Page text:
Former French president Nicolas Sarkozy on Monday slammed attempts to boycott Israel as "unacceptable," weighing in on a row between the Jewish state and partially state-owned French telecoms giant Orange.
The company's CEO Stephane Richard last Wednesday said it intends to "dump" Israel "tomorrow," a day before the company announced it would cut ties with Partner, an Israeli company franchising the Orange name in Israel.
"I do not want to be involved in controversy. I know that Stephane Richard will come here to explain himself," Sarkozy told reporters on a business-focused visit to Jerusalem, reports AFP.
"The boycott of Israel is unacceptable. I'm not saying there was a desire by the company (Orange) to boycott, but I will say that it is not this way that we will make peace," he said.
Richard made the comments indicating his desire to cut ties with Israel in Cairo, following on the heels of a months-long BDS campaign pressing him to boycott the Jewish state using the excuse of Partner's service to clients in Judea and Samaria.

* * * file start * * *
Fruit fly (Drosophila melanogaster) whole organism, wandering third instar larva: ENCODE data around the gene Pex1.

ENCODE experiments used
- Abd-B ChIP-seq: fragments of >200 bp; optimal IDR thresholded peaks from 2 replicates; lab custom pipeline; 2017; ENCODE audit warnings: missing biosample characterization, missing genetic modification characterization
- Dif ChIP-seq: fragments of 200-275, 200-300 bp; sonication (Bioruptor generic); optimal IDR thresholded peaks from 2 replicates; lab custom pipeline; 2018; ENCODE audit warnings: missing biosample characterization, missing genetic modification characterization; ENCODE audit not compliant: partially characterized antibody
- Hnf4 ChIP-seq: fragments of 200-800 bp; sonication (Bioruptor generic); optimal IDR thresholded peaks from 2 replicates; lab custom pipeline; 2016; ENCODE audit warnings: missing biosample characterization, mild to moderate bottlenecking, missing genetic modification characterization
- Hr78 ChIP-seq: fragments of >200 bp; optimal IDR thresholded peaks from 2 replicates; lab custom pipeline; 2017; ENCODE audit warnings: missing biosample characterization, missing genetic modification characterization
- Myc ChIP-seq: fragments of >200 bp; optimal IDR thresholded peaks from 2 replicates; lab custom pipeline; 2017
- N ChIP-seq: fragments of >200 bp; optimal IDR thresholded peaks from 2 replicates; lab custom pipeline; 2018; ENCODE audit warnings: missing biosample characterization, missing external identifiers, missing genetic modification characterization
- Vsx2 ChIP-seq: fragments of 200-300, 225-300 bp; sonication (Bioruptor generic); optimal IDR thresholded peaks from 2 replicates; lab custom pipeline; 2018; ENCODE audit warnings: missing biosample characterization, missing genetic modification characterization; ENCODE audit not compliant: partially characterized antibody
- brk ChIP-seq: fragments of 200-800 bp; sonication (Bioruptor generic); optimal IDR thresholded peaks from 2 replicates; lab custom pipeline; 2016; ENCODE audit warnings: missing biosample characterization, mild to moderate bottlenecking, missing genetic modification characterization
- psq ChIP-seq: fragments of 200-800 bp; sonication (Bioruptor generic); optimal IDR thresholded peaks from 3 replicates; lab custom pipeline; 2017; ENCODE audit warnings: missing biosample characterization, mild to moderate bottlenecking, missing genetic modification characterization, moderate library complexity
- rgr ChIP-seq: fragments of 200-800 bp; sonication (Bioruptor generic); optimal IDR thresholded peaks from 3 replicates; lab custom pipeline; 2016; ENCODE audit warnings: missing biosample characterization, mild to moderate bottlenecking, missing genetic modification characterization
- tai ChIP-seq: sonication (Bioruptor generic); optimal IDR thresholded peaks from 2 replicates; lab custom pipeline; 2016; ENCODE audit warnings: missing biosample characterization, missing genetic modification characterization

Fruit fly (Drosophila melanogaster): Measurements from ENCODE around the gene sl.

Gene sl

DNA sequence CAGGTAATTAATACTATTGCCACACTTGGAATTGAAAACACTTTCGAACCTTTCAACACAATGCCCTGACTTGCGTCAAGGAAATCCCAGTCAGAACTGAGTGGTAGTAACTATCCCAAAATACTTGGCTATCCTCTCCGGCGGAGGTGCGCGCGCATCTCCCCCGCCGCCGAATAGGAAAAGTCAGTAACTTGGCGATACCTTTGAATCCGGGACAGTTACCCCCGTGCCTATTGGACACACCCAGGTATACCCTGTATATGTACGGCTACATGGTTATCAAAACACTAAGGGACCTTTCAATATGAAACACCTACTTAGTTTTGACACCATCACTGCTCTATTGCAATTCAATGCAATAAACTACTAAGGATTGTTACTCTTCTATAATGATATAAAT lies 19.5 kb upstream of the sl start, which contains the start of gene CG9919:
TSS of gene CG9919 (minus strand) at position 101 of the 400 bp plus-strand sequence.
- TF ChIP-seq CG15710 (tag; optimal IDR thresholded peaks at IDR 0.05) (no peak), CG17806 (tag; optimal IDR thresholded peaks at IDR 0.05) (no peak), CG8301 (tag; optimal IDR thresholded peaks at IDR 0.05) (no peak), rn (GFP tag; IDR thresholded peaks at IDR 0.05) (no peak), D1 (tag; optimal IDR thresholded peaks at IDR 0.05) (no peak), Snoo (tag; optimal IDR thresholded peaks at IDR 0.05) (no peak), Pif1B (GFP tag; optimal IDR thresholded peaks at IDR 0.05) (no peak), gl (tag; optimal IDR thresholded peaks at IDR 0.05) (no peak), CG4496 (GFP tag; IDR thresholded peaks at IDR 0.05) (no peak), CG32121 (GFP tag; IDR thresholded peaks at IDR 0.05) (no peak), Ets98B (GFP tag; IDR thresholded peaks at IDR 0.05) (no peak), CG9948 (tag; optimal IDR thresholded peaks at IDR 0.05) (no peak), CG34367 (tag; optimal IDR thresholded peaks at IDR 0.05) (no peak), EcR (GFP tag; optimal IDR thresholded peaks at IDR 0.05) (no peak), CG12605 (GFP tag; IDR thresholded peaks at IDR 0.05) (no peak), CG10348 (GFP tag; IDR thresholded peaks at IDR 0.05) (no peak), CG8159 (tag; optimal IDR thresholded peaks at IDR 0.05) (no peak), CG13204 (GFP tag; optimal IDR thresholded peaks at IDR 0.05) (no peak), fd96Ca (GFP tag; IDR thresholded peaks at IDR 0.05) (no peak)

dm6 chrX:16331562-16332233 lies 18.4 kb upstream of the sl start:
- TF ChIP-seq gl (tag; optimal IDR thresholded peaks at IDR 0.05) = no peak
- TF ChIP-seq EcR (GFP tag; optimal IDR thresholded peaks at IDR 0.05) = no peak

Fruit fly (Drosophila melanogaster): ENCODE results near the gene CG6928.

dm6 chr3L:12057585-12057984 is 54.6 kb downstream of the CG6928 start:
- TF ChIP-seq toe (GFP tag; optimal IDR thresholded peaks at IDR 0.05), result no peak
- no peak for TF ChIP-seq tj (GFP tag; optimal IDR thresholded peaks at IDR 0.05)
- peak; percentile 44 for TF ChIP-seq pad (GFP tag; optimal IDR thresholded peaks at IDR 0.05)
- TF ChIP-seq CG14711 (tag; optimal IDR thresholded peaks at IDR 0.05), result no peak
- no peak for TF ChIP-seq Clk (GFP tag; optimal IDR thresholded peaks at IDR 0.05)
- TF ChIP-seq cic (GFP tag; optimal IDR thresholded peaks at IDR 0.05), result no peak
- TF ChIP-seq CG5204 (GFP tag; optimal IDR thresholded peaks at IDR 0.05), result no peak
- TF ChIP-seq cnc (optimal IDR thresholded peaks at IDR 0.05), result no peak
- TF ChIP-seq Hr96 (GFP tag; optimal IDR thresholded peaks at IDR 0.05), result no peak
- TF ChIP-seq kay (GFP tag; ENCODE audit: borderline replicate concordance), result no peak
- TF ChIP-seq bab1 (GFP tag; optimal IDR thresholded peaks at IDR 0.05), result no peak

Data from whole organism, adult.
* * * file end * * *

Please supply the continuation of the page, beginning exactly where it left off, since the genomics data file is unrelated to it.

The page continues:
While he claimed the decision was made for business interests and not political considerations in an interview with Israeli media – in which he claimed he was unfamiliar with the boycott movement – Orange just recently signed a ten-year extension of its contract with Partner putting the move in a more dubious light financially speaking.
Sarkozy's condemnation comes after French Foreign Minister Laurent Fabius last Friday said, "although it is for the president of the Orange group to determine the commercial strategy of the company, France is firmly opposed to a boycott of Israel."
Fabius also used the opportunity to bash Israel's presence in Judea and Samaria – which is legal under international law – saying, "also, France and the European Union have a consistent policy on settlement-building that is known to all."